And like mentioned above, if there are no pinch points or funnels, make some.

If I am just freezer filling, I sit at feeders. If I am after a specific deer OR a big, mature deer....... I get in there with em and leave the feeder.

When I am in Nebraska I love the fact that I have no feeders.
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Old 03-21-2012, 09:15 AM   #11
TallTexan
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In
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Old 03-21-2012, 09:27 AM   #12
M16
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I pulled all the corn feeders off my ranch two years ago. Now it's hand corn or spread with a road feeder. If an old buck wants some corn he has to show up before all the other animals devour the corn. It has worked out quite well. I am seeing the bigger bucks on a more consistent basis.
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Old 03-21-2012, 09:29 AM   #13
trophy8
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Open the beer cans as soon as you get in the blind. Those big bucks tend to hear them when you have been sittin there awhile
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Old 03-21-2012, 10:33 AM   #14
kerrbow
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Find a way to sneak in to your set-up either by walking or riding a mountain bike if possible. Big bucks know what vehicle noise is from 4 wheelers and such and if you park a ways away and sneak in and out it helps a whole bunch.
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Old 03-21-2012, 10:40 AM   #15
crazy8
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Road feeders are a good idea, especially if you can feed enough to keep them looking daily. A good ambush point and play the wind.
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Old 03-21-2012, 11:00 AM   #16
Tx625
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Originally Posted by M16 View Post
I pulled all the corn feeders off my ranch two years ago. Now it's hand corn or spread with a road feeder. If an old buck wants some corn he has to show up before all the other animals devour the corn. It has worked out quite well. I am seeing the bigger bucks on a more consistent basis.
Do you have a hand that runs corn routes for you'll when you'll aren't there? Or do you'll just feed when you'll are there?
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Old 03-21-2012, 11:10 AM   #17
holdem
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Deer follow contours and cover like fish so I spend a lot of time on the lake studying it.
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Old 03-21-2012, 11:25 AM   #18
Winman
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Originally Posted by panhandlehunter View Post
Yessir. It'd be hard to hunt whitetails in a lot of this state without feeders or some type of feeding going on.
Back in the early days[my early was the 50's] we didn't have any feeders on our leases...every now and then ,one of the farmers on the lease would bring a truck load of corn from his fields...still in the shucks and we would dump it on the senderos...an old doe can grab an ear of corn by the end of the shucks and have it out and eaten with just a few pops of her head...amazing to watch...we didn't hunt the senderos much...most stands were a couple of boards in a mesquite tree over a trail or crossing ,or bedding area...and we weren't near as much into trophy management...horns...chootem...ground check and no does were killed...

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Old 03-21-2012, 09:05 PM   #19
armadillophil
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I will be putting my boots on the ground starting next week scouting. In the midwest a 100 acre property is considered big and my lease is 1300 acres, so I am going to break it down into sections that look good on the aerial and topo map first. I am betting on a big acorn crop this year due the rain we have been having and the low crop last year. I heard the corn was piling up at the feeders in 2010 due to the bumper crop of acorns that year. I am going to try find some thick bedding area next to oak trees asap.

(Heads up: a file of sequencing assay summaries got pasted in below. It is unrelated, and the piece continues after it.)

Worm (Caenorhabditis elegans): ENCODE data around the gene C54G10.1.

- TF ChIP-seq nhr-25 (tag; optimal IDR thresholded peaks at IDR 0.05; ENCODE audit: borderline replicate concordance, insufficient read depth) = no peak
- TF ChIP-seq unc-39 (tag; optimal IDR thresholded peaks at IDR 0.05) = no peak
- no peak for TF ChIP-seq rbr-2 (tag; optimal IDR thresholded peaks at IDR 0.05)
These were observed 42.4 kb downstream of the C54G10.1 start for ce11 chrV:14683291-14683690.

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Old 03-21-2012, 09:46 PM   #20
bigmike585
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Open the beer cans as soon as you get in the blind. Those big bucks tend to hear them when you have been sittin there awhile
Excellent point sir, also need a good exit strategy for the urine, lol
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Old 03-22-2012, 10:46 AM   #21
cmeadors
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I like where your heads at. Im from Ohio and grew up hunting big Midwest whitetails and learned alot about how to pattern them i.e food to bed, ideal stand placement for particular conditions and rely on my due diligence and experience to let the big guy come to me..(I can go on and on about that, as im sure you can testify)... And your absolutely right 100 acres is considered pretty big.
Hunting down here is apples to oranges.. To draw in big bucks you almost always need a attractant. And feeders are just the nature of the beast...Especially with how large the property's are and the amount of deer. Feeders help close the gap and provide the deer a reason to stick around your set up's. I would take the advice givin by the others. Then get as highly elevated as possible and look around. Watch the movement... Deer do funny things, keep a eye out for signs like gaps in a fence or small pockets of shade between water and food. Deer like ridges and flats. So try to find where a ridge might pinch into a flat. Look for real thick brushy spots (like rip the clothes off your back kind of stuff) and find a intersection..Mature bucks will pattern you, and if they feel the pressure they will adjust.
Good luck !!!
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Old 03-22-2012, 10:49 AM   #22
trophy8
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Excellent point sir, also need a good exit strategy for the urine, lol
Empty gallon water container. But you must put something in the bottom to pad it as it get loud
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Old 03-22-2012, 10:53 AM   #23
M16
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Do you have a hand that runs corn routes for you'll when you'll aren't there? Or do you'll just feed when you'll are there?
We just feed when we are there. It doesn't take them long to adjust. I have a lot of javelina as well. So there is competition for the corn. If a deer wants some he will come quick. I lot of people kill every javelina they see. I don't. Javelina help clean up the corn so it doesn't last much after dark.